The Iron Giant (1999)
Before amplifying the greatness of the Pixar family with movies like The Incredibles and Ratatouille, Brad Bird debuted as a feature film writer/director with a little movie called The Iron Giant. A particularly clever 1950s animated period piece, Giant is the story of a lonely boy named Hogarth and the massive alien robot he befriends after finding the thing crash-landed in the woods behind his house. Unbeknownst to the child and his metal pal, the twitchy Cold-War-era U.S. government is on the hunt for the alien robot, certain that it is a weapon of destruction.
As the movie progresses, it becomes abundantly clear that the Iron Giant was never really meant to be a friendly entity but rather an instrument of death – but it is Hogarth and his uncompromising morality who teaches the being “you are who you choose to be.” There are few films out there that do such an eloquent and understated job of teaching its audience how one’s nature does not define one’s destiny. The most tearful moment of all is when, with the love he has learned from his human friend, the Giant sets himself on a collision course toward certain death with a nuclear bomb to save a town full of innocent people, his arm out-stretched imitating his favorite comic hero Superman.
My Life (1993)
While the story of My Life is innately sad for any audience member, fathers are particularly prone to crying at this heartbreaking movie. Michael Keaton plays Bob Jones, a man who, despite a lot of emotional baggage, lives a great life with a beautiful wife and his first child on the way – but all that is suddenly pulled from him when he discovers he has kidney cancer and will only last a few more months. So in an effort to make sure his son will know him, Bob Jones sets out to videotape himself dispensing fatherly wisdom.
Since you learn the inevitable end of the story before you even get near the end of the story, the whole film qualifies as being emotionally burdensome to watch. Depending on the gentleman, any scene could produce a good bit of crying, whether it’s Bob making peace with his estranged family on his death bed or watching Bob make videos teaching how to shave and ask a girl out on a date.
If you haven’t realized it by now, Tom Hanks seems to have a direct line to every man’s emotional core. While he began his career tickling people’s funny bones, Hanks’ filmography took an interesting turn when he decided to take on a dramatic role in Jonathan Demme’s courtroom drama Philadelphia. In one fell swoop, he proved his ability to be more than just a comedian and won the acclaim of the world’s critics as well, walking away from awards season with his first Oscar.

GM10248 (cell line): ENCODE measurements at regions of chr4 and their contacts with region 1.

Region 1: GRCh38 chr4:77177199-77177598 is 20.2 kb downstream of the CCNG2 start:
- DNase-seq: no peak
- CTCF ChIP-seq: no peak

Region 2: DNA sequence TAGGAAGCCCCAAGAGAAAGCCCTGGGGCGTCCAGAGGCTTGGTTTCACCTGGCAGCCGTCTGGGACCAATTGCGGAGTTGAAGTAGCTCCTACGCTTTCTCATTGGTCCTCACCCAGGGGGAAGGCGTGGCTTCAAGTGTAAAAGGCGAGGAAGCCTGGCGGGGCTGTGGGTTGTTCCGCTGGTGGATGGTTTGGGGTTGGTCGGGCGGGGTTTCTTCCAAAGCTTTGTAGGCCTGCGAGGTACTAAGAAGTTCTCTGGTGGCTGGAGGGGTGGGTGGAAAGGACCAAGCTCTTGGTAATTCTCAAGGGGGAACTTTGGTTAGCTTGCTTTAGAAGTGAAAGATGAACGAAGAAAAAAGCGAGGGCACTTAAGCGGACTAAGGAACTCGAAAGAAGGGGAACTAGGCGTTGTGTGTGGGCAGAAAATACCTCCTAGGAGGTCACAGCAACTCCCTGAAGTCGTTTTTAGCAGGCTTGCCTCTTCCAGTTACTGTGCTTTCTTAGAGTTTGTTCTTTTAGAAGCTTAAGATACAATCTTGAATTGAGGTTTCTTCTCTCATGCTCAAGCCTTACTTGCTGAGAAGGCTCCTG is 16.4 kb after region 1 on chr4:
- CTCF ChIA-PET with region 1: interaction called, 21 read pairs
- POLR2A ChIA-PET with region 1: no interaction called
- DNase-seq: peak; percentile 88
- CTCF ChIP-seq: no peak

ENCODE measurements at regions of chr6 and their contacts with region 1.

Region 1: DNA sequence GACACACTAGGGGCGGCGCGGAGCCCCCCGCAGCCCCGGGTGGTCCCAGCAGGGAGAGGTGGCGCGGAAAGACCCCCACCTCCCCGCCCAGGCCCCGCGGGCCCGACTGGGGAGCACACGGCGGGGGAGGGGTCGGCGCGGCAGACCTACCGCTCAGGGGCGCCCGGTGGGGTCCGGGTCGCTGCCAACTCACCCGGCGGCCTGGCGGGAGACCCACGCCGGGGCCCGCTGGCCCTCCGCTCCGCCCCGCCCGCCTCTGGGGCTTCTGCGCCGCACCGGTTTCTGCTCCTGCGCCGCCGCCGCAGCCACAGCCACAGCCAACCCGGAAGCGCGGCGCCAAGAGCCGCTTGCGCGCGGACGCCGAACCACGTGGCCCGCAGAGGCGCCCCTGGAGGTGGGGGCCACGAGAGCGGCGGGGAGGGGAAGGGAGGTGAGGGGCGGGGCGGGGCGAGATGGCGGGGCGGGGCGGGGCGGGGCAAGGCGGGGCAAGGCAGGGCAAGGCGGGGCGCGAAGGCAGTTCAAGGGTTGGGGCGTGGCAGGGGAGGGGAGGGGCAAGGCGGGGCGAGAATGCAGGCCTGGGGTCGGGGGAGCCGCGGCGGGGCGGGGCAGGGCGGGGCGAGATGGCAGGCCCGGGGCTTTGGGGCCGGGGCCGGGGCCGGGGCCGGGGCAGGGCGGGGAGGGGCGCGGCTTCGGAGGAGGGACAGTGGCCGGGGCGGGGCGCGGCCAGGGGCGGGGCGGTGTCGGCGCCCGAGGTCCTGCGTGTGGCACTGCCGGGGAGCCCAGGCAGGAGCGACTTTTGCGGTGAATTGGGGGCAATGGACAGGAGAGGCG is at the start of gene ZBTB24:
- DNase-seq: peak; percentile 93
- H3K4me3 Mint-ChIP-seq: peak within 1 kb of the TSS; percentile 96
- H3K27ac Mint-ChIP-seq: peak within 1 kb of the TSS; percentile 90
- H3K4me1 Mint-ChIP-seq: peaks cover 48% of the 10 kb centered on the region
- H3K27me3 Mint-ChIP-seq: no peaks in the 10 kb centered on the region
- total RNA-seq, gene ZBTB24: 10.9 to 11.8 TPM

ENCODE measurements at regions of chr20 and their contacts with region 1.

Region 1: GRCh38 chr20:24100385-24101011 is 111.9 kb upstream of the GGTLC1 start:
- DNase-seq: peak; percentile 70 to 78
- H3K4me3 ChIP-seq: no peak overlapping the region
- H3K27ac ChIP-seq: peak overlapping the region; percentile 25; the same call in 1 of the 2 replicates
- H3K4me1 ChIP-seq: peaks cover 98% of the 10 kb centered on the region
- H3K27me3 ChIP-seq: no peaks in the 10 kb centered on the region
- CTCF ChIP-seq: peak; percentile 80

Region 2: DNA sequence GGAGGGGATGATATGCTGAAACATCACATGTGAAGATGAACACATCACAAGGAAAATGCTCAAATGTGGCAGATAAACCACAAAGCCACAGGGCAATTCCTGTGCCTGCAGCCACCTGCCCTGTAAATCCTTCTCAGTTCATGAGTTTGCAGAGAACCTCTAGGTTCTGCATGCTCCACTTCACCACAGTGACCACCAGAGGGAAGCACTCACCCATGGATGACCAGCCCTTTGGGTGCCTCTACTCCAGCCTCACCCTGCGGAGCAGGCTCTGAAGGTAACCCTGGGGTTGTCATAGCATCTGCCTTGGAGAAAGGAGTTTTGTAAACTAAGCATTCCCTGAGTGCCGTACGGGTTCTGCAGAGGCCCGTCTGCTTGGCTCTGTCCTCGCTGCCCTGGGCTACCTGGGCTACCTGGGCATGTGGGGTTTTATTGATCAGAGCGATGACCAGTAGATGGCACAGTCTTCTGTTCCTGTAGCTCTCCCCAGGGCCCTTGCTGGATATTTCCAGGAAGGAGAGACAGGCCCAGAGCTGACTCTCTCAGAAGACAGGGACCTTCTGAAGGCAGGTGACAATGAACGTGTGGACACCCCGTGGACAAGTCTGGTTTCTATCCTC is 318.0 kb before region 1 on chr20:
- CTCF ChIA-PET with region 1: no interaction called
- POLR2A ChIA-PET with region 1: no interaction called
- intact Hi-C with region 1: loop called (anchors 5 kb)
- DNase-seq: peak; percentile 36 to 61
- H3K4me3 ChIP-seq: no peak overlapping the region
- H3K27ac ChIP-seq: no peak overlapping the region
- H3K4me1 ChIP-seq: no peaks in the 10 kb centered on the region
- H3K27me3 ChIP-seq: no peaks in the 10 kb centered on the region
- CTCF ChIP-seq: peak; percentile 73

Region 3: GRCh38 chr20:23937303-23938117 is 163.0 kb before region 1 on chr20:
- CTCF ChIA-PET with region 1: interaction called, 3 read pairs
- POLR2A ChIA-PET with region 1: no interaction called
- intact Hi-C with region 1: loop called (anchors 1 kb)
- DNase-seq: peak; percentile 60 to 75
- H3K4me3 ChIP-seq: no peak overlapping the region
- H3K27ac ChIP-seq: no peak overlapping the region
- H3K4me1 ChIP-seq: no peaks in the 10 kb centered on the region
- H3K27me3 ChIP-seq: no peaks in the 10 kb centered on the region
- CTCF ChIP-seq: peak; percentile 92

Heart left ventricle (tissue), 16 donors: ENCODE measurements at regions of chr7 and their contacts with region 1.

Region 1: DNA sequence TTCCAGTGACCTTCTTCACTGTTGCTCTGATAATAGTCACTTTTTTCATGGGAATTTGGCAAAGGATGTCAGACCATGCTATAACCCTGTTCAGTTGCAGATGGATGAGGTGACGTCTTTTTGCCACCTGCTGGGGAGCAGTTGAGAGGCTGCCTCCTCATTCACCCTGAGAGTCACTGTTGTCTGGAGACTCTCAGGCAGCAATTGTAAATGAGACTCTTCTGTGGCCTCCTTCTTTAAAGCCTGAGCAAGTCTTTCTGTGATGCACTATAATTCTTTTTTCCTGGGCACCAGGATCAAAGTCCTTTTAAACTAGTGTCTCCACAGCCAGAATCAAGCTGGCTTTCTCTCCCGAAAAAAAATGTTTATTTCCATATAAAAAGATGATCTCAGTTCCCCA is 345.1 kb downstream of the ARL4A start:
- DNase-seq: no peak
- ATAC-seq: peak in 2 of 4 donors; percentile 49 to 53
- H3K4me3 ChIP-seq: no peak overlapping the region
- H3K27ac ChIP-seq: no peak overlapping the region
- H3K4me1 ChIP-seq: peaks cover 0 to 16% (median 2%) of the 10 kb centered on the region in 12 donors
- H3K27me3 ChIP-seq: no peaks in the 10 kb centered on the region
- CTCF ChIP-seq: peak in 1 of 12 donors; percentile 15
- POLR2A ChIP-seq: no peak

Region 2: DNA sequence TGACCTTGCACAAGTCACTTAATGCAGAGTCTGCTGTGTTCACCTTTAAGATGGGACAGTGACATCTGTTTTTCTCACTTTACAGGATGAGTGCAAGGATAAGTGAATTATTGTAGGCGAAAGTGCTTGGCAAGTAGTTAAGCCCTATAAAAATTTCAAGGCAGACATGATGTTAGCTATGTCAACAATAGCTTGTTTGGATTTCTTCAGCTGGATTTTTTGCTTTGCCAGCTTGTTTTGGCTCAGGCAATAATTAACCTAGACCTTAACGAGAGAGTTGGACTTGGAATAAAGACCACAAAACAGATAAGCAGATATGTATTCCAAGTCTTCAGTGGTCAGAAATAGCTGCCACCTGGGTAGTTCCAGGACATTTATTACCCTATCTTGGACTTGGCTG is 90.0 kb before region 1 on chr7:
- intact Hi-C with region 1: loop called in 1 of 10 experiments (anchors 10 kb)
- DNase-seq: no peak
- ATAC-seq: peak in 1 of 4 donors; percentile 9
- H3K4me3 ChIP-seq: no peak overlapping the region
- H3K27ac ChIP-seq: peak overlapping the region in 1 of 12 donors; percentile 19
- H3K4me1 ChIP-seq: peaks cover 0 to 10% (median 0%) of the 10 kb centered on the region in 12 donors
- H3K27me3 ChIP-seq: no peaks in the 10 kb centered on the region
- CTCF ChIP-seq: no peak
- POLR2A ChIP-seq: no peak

Hanks stars as Andrew Beckett, a young man enjoying a successful career as a lawyer until his firm fires him for being a gay man infected with AIDS. Beckett looks to sue for wrongful termination, but the only man he can find to represent him is Denzel Washington’s Joe Miller, a homophobic ambulance chaser. Their relationship starts out as purely business, but as they get to know one another they form a great friendship. The scene where Beckett tells Miller about his favorite aria as it plays over the stereo in a turbulent monologue goes beyond heart-breaking – if it doesn’t make you want to cry you should probably see your psychiatrist for emotional problems.
The Shawshank Redemption (1994)
After being accused of the murder of his wife and her lover, Andy Dufresne is sentenced to serve two life sentences at the Shawshank Prison. Battling loneliness, boredom, and predatory inmates, Andy finds joy in his friendship with fellow inmate Red. Over a period of almost twenty years, the men form an unbreakable bond that they vow to one day uphold when they are both free.
If there were ever any movie to be crowned as king of critically underappreciated movies, it would be The Shawshank Redemption. While it would be okay for any guy to admit that this film didn’t make him cry, it would be utterly tragic if said guy also admitted he wasn’t moved at all by it. This Stephen King adaptation has no shortage of powerful moments bound to get its viewers misty-eyed, but its all a matter of picking a favorite. The death of James Whitmore’s Brooks and Andy washing himself in the rain during his first moment of freedom are pretty powerful, but the joyful reunion of Andy and Red after Morgan Freeman’s pitch perfect monologue about hope is about as honest and true as it gets.
Dead Poets Society (1989)
What kind of person would want to regularly indulge in a story of young men filled with idealism and pushed to greatness by their favorite teacher then see their youthful happiness yanked from underneath them? When you’ve got a movie like Dead Poets Society that is as feel-good as it is feel-sad, that answer teeters upon how often your eyes can handle excessive crying. The teenage-weeper is an incredibly small subgenre of movies that neither filmmaker nor viewer likes to visit often… but that’s probably because the Peter Weir drama is so great that every other director is afraid to try and top it.
Considering the recent suicide of the legendary actor and comedian Robin Williams, it’s very likely that the very thought of this movie could bring a man to tears. As Professor Keating, the high school English teacher who inspires his students to see the world through their own eyes, Williams has such a fervent glow about him that fills up his character. The look of pure, peaceful satisfaction when he sees his young students stand atop their desks to salute him with “O Captain! My Captain!” is the closest you can ever get to seeing a man simultaneously cry happy and sad tears.
Hey, gentleman, did we miss any movies you love to watch with a box of tissues? Let us know in the comments section!